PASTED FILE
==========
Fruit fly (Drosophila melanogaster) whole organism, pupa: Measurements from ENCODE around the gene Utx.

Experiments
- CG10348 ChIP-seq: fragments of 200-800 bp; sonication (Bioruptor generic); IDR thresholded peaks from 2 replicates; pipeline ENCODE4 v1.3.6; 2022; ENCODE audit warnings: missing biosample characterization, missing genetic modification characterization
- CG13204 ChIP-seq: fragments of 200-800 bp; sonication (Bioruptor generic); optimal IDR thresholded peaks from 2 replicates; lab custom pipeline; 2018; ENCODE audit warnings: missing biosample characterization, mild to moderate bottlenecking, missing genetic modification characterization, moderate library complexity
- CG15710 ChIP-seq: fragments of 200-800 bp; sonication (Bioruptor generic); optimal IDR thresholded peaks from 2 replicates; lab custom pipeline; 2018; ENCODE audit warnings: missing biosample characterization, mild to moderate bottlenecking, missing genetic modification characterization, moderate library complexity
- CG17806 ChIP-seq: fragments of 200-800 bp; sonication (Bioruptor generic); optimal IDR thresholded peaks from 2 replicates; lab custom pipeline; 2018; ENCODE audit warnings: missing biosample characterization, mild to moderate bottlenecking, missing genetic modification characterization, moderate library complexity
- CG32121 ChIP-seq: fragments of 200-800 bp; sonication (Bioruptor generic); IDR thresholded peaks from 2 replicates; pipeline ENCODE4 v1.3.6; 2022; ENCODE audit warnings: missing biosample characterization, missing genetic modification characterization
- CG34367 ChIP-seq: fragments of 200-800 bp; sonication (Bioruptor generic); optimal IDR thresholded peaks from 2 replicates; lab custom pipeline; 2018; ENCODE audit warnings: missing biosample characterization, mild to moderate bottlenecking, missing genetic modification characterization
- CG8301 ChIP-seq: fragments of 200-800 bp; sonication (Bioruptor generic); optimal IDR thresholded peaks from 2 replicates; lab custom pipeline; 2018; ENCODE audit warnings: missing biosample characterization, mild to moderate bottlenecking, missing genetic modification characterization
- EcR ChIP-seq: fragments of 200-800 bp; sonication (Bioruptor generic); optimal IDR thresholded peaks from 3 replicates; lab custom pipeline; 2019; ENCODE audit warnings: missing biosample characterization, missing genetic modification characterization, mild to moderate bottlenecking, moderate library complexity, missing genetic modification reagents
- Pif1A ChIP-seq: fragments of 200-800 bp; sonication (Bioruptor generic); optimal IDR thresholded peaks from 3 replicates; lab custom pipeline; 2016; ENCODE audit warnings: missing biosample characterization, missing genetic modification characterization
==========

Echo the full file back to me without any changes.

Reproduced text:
Fruit fly (Drosophila melanogaster) whole organism, pupa: Measurements from ENCODE around the gene Utx.

Experiments
- CG10348 ChIP-seq: fragments of 200-800 bp; sonication (Bioruptor generic); IDR thresholded peaks from 2 replicates; pipeline ENCODE4 v1.3.6; 2022; ENCODE audit warnings: missing biosample characterization, missing genetic modification characterization
- CG13204 ChIP-seq: fragments of 200-800 bp; sonication (Bioruptor generic); optimal IDR thresholded peaks from 2 replicates; lab custom pipeline; 2018; ENCODE audit warnings: missing biosample characterization, mild to moderate bottlenecking, missing genetic modification characterization, moderate library complexity
- CG15710 ChIP-seq: fragments of 200-800 bp; sonication (Bioruptor generic); optimal IDR thresholded peaks from 2 replicates; lab custom pipeline; 2018; ENCODE audit warnings: missing biosample characterization, mild to moderate bottlenecking, missing genetic modification characterization, moderate library complexity
- CG17806 ChIP-seq: fragments of 200-800 bp; sonication (Bioruptor generic); optimal IDR thresholded peaks from 2 replicates; lab custom pipeline; 2018; ENCODE audit warnings: missing biosample characterization, mild to moderate bottlenecking, missing genetic modification characterization, moderate library complexity
- CG32121 ChIP-seq: fragments of 200-800 bp; sonication (Bioruptor generic); IDR thresholded peaks from 2 replicates; pipeline ENCODE4 v1.3.6; 2022; ENCODE audit warnings: missing biosample characterization, missing genetic modification characterization
- CG34367 ChIP-seq: fragments of 200-800 bp; sonication (Bioruptor generic); optimal IDR thresholded peaks from 2 replicates; lab custom pipeline; 2018; ENCODE audit warnings: missing biosample characterization, mild to moderate bottlenecking, missing genetic modification characterization
- CG8301 ChIP-seq: fragments of 200-800 bp; sonication (Bioruptor generic); optimal IDR thresholded peaks from 2 replicates; lab custom pipeline; 2018; ENCODE audit warnings: missing biosample characterization, mild to moderate bottlenecking, missing genetic modification characterization
- EcR ChIP-seq: fragments of 200-800 bp; sonication (Bioruptor generic); optimal IDR thresholded peaks from 3 replicates; lab custom pipeline; 2019; ENCODE audit warnings: missing biosample characterization, missing genetic modification characterization, mild to moderate bottlenecking, moderate library complexity, missing genetic modification reagents
- Pif1A ChIP-seq: fragments of 200-800 bp; sonication (Bioruptor generic); optimal IDR thresholded peaks from 3 replicates; lab custom pipeline; 2016; ENCODE audit warnings: missing biosample characterization, missing genetic modification characterization